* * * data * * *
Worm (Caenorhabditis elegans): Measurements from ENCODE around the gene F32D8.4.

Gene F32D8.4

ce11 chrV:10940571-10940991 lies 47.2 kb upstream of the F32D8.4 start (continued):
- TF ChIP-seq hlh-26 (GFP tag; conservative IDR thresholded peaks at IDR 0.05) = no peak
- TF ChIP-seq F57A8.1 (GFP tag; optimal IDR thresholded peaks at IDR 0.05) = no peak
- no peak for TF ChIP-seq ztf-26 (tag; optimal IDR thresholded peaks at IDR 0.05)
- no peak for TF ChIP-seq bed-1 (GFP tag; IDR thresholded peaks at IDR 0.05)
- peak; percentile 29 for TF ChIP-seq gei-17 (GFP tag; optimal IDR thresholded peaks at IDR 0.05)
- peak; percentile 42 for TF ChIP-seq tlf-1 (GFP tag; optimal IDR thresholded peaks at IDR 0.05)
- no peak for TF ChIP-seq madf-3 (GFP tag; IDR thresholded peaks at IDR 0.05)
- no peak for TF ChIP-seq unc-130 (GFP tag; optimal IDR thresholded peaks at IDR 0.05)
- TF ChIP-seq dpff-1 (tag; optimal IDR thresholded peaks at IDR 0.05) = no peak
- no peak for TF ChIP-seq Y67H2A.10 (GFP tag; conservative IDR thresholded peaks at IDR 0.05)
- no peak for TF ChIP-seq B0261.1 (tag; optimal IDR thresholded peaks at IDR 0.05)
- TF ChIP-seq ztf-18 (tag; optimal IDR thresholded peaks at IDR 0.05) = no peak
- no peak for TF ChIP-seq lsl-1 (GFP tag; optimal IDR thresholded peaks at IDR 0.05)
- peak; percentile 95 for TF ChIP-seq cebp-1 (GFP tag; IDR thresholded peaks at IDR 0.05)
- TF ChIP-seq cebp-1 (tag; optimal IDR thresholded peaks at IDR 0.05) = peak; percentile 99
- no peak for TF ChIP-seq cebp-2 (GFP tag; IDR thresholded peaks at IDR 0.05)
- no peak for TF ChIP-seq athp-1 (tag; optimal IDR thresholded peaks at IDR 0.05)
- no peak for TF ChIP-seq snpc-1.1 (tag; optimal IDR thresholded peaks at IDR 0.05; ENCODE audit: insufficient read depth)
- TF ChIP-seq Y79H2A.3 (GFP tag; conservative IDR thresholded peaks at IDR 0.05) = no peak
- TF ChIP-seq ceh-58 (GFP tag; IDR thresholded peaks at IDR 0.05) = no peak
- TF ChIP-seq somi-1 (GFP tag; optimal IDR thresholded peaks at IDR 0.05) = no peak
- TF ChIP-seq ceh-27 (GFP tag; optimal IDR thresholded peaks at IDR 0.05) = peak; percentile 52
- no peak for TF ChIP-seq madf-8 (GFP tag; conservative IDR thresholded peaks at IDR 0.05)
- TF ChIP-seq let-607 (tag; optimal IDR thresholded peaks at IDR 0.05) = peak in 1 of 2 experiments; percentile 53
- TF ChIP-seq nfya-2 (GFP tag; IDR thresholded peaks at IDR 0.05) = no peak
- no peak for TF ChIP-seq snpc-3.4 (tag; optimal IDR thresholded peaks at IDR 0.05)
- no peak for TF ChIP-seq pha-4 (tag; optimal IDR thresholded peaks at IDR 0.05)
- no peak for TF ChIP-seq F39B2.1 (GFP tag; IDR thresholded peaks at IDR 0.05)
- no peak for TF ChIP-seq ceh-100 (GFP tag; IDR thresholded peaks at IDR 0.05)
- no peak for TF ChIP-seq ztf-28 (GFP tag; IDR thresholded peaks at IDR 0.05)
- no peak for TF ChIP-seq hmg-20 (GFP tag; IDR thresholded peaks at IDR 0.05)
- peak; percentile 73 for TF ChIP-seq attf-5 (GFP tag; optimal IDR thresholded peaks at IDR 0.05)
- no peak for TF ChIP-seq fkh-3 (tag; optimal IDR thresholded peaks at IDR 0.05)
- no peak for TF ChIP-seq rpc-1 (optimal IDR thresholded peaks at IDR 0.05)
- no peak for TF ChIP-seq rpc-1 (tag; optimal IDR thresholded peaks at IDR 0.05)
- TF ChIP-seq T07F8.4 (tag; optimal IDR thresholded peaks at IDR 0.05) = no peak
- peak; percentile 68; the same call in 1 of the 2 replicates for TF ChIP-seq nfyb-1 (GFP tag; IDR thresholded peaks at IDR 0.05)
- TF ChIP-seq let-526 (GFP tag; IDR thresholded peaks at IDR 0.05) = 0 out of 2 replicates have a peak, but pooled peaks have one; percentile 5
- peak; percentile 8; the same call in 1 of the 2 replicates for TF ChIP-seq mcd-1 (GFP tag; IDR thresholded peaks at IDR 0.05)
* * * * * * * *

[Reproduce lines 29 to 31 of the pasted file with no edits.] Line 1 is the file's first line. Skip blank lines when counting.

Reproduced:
- no peak for TF ChIP-seq snpc-3.4 (tag; optimal IDR thresholded peaks at IDR 0.05)
- no peak for TF ChIP-seq pha-4 (tag; optimal IDR thresholded peaks at IDR 0.05)
- no peak for TF ChIP-seq F39B2.1 (GFP tag; IDR thresholded peaks at IDR 0.05)